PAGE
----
We know it's sacrilege to suggest anything untoward when it comes to hockey's blue-collar royal family, the Sutters. But Tuesday's announcement that Brent Sutter would take over as coach of the Calgary Flames, where brother Darryl is GM, leaves us more than a little nauseous.
Last time we checked, the Flames had to play 82 regular-season games, the same as Brent's old team, the New Jersey Devils. And last time we checked, half of the Flames' games were on the road, the same number of games away from home as the Devils. And last time we checked our trusty map (not to mention calling colleagues in Calgary), Red Deer, where Brent farms and owns a much-loved junior team, is still about a 90-minute drive from Calgary.
All of which makes us more than a little suspicious of Brent's motives given that the main reason he waffled on returning to coach the Devils in 2009-10 was that he missed being home and looking after his junior team.
Pretty convenient that Darryl canned coach Mike Keenan after the Flames were dusted in the first round by Chicago to create an opening in Alberta.
So was Brent really homesick or just sick of Devils GM Lou Lamoriello and Newark?
Fair enough if it's more the latter, but don't try to force a load of Grade-A beef droppings down fans' throats in both cities and insist it's homemade apple pie, which is what the Sutter brothers are trying to do.
For a family whose reputation is built on grit and character and has made the Sutters wealthy, respected men in the hockey business, this little shell game can do little but diminish all of that.
Brent has established himself as a fine coach, first at the junior level and then in his two seasons in the NHL. How he didn't end up on the Jack Adams Award ballot for coach of the year (sorry, Claude Julien) is a head-scratcher given that he coaxed a Devils team, minus Martin Brodeur, to the top of the Atlantic Division in 2008-09.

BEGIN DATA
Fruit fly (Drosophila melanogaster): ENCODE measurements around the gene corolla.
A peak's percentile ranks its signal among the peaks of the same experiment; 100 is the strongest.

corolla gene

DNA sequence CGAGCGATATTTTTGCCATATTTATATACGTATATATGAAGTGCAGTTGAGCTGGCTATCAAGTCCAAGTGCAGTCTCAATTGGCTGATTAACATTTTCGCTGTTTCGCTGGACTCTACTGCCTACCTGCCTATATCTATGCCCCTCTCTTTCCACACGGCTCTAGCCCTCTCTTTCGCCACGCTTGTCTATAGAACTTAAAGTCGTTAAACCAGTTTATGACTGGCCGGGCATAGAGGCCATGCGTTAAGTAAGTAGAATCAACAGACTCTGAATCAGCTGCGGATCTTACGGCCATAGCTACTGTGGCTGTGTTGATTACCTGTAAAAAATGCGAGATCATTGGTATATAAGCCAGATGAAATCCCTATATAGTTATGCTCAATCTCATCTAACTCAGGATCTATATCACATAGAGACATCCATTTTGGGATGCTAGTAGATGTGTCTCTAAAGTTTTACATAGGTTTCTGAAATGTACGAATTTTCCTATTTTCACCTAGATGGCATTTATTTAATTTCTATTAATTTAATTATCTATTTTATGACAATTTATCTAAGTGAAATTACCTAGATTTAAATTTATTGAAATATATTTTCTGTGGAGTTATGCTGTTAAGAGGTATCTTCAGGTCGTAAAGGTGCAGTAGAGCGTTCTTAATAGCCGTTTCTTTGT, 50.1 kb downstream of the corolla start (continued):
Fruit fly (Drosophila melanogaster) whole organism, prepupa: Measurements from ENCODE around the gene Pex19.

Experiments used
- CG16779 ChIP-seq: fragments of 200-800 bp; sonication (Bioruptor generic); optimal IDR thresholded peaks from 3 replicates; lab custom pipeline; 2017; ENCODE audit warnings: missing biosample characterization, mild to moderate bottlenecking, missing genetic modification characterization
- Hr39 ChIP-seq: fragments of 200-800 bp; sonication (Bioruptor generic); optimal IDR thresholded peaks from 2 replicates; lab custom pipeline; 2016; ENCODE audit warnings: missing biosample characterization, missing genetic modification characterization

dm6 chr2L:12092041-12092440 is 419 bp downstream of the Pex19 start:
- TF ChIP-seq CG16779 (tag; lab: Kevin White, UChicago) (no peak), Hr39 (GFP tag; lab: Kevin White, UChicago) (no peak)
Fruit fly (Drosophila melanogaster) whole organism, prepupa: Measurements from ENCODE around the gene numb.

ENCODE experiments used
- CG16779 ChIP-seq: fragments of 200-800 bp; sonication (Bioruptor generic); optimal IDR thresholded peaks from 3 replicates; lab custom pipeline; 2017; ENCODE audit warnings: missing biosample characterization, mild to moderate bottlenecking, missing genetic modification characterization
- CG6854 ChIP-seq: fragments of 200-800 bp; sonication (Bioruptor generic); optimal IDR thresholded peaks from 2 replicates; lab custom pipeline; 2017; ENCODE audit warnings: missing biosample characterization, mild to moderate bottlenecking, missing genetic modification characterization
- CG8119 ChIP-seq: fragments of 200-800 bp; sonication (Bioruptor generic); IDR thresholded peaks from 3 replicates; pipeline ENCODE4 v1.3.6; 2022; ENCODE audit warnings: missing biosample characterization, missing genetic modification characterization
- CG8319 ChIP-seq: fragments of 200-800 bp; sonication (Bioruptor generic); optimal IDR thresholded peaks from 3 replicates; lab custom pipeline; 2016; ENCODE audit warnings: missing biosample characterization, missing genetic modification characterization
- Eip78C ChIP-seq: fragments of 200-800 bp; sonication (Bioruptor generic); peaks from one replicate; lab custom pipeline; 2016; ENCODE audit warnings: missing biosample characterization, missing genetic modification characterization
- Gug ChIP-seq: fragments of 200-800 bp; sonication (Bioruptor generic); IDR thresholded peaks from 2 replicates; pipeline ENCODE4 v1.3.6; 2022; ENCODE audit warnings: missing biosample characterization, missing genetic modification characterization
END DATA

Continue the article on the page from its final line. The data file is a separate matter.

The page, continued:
But his Devils were dumped two years in a row in the first round, which should make him pretty comfortable in Calgary given the Flames have not won a playoff series since going to the Stanley Cup finals in 2004 and show little inclination to do anything different in the near future.
What is perhaps more remarkable than Brent getting Lamoriello to cut him loose from the last year of his contract (why would Lamoriello really want a coach who didn't want to be there anyway?) is his brother was still around to give him a job.
Darryl could never quite get his San Jose team over the top when he coached there and could never quite replicate the success of that 2004 team in Calgary after he moved upstairs to the GM's chair. He has pretty much made a hash of things in Calgary. Not only has the team lost its identity, but it has also suffered from significant personnel gaffes. The Flames have failed to get out of the first round four straight seasons and went completely off the rails for long periods of the regular season during that span.
And then there was the disaster at the end of this past regular season after Darryl rolled the dice and took on Olli Jokinen from Phoenix at the trade deadline and then didn't have the cap space to replace injured players. How does that happen?
Apart from being an embarrassment to the league, it sure doesn't look good on your managerial résumé when you can't ice a full team. And how much did playing short-handed for weeks leading up to the playoffs hamper the team's efforts to get by an inexperienced Chicago team? Hard to tell, but usually when you ask those kinds of questions, you're also asking who is the next GM in Calgary.
Instead, Darryl stays and adds another layer of Sutter to the proceedings. No shortage of barnyard references coming up, but hard to imagine it will yield anything but the usual result in Cowtown.
Scott Burnside covers the NHL for ESPN.com.